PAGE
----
Monday, October 27, 2014

Higher Education in America: Or Why I Love it When My Students Surprise Me

I love higher education (go figure) but I do still have some problems with it. My love affair with higher education is based on my love of learning. This is also my root problem with higher ed - for most, it has become about getting a job and not about learning... Or so I had assumed.

I got this impression due to the proliferation of employers that now require a degree despite the jobs not needing one, and the seeming focus of universities on career training. Now don't get me wrong, I'm not saying that career training is bad or that no jobs need college, but I feel that learning has taken a backseat to other concerns. I had assumed this was employer/ student driven due to requiring degrees for jobs and the students reacting to this. 

Furthermore, the trend towards universities working on a business model, with students as the customer, I saw as exacerbating this downfall of higher education. Certainly, some students do buy into this bullshit, as when they try to sharply remind my coworkers and I that they pay our salaries, or when they talk about deserving a degree based on how much money they've spent (as opposed to, I don't know, say, how much work they have put towards it).

Of course I knew that not all people see higher education in this way, but nor did I think many held as nostalgic or idealistic view as I hold... And then I did a section on education for my culture class. We were looking at cross cultural perceptions of intelligence and learning. I asked my students how many of them were in college because they wanted a good job. Everyone raised their hand - no surprises there. Then some explanations started to roll in. A few students told me they like learning, but with the cost of school they couldn't afford to go if it wasn't for the hope of a better job. So I asked a follow up question - how many of you would continue in school if money were no object, if you won the lottery or something like that? 

Almost everyone raised their hands. Now this surprised me. Perhaps I've been misreading this quiet group. 

And the class ended with an exercise in the zombie apocalypse.

Friday, October 24, 2014

Food, Sleep, Sex, & Play

Welcome to my latest thought experiment. Play is natural, work is not.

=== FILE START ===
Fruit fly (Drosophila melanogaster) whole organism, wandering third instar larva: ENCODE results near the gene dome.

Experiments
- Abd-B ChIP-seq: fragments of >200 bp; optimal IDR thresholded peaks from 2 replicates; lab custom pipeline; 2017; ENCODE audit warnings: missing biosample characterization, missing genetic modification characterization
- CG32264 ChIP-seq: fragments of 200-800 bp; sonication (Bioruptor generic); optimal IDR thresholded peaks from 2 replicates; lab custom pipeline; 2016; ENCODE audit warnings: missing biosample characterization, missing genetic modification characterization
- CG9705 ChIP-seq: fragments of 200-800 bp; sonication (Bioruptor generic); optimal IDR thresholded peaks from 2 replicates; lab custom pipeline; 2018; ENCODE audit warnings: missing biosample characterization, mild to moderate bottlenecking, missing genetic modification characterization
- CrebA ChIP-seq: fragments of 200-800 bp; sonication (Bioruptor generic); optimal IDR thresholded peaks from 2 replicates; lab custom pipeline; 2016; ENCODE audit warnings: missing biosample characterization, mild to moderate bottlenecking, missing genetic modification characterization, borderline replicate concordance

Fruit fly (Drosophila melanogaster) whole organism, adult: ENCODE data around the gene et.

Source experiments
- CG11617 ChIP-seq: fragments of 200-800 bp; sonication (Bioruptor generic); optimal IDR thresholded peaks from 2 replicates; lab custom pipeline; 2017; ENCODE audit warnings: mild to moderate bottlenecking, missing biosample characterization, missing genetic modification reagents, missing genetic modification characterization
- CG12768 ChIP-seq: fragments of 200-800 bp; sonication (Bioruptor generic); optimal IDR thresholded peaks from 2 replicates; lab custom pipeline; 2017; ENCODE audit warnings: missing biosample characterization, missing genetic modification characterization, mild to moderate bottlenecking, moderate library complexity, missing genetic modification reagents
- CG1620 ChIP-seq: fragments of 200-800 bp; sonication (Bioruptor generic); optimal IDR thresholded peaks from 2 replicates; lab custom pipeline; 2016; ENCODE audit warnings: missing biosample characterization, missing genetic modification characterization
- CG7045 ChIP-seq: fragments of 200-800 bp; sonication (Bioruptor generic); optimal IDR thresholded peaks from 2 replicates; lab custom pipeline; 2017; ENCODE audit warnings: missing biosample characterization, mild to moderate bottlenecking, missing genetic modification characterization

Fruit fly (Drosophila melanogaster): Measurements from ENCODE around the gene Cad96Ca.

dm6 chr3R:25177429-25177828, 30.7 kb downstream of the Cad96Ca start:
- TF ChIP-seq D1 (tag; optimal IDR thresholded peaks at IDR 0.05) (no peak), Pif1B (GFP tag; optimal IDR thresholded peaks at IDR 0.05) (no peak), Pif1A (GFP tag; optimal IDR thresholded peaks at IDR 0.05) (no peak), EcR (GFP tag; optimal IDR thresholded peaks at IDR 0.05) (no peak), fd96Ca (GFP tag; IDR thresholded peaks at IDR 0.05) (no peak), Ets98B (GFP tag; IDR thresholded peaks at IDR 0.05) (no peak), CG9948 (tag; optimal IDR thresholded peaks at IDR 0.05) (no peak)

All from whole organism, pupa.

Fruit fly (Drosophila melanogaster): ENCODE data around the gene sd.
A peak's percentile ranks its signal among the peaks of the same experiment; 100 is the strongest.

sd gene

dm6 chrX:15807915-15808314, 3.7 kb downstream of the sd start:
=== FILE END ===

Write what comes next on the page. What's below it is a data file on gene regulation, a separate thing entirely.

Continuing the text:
I have decided that play is a natural positive activity for humans and this can be shown in part by comparing it with the other natural positive activities of humans, of which I have come up with four. These four are based on what I can think of as the only things humans want to do and enjoy doing - beyond the fact that they contribute to a healthy life. These four are eating, sleeping, having sex, and playing. 

Wednesday, August 13, 2014

Geek Awkwardness - It's All in the Context

Here are some definitions I found of the word geek from the magically wise Intertubes:

"part of what makes someone a geek/nerd is having poor social skills..."*

"It's kind of the defining characteristic - being into a particular thing to the exclusion of social intercourse."*

"a peculiar or otherwise dislikable person, especially one who is perceived to be overly intellectual."**

"The people you pick on in high school and wind up working for as an adult"***


The cliche of the socially awkward gamer is well known and old by now. In my own experiences with geeks (which is quite a bit) some of the stereotypes are truer than others for some people and not so for others. In my experiences with "normal" people or non-geeks, however, it is the same. Some people are just socially awkward and others are not. Is there a higher proportion of this phenomenon with geeks? Maybe, but maybe not. The issue is really about context.

Saturday, June 21, 2014

Because Money.


Money is the cheapest form of justification used in social science research. Now that 90%* of you reading this are too offended and pissed off to think straight, let me explain.

money-has-never-made-man-happy-nor

Monday, May 19, 2014

The Most Important Major in the World

Is your goal in life to graduate from college and become a mountain hermit? Do you plan to live off the land surrounding your hermit hut so that you never have to see another human being for the rest of your life?

If you answered to “no” to both of these questions, then keep reading… (If you answered yes then why are you even reading this blog in the first place?)

Monday, May 12, 2014

Money Doesn’t Buy Happiness: Why Forgetting this Old Adage is Hurting America (and maybe some other places too)

When I was in grade school adults used to tell me things like, you can be a doctor and help people, or you can be an astronaut and fly to the stars, or a dancer and bring beauty to the lives of millions. By the time I got to high school “adult” attitudes had greatly changed. You should be a doctor or lawyer because you can make a lot of money. Don’t go into theater, you’ll end up as a waitress. Having now been in college for several years it has become, What are you going to do with that degree? How much can you make with that?

This coming from a demographic that boasts a 70% dissatisfaction with their jobs. Yep – these are the people that want me to listen to them about employment.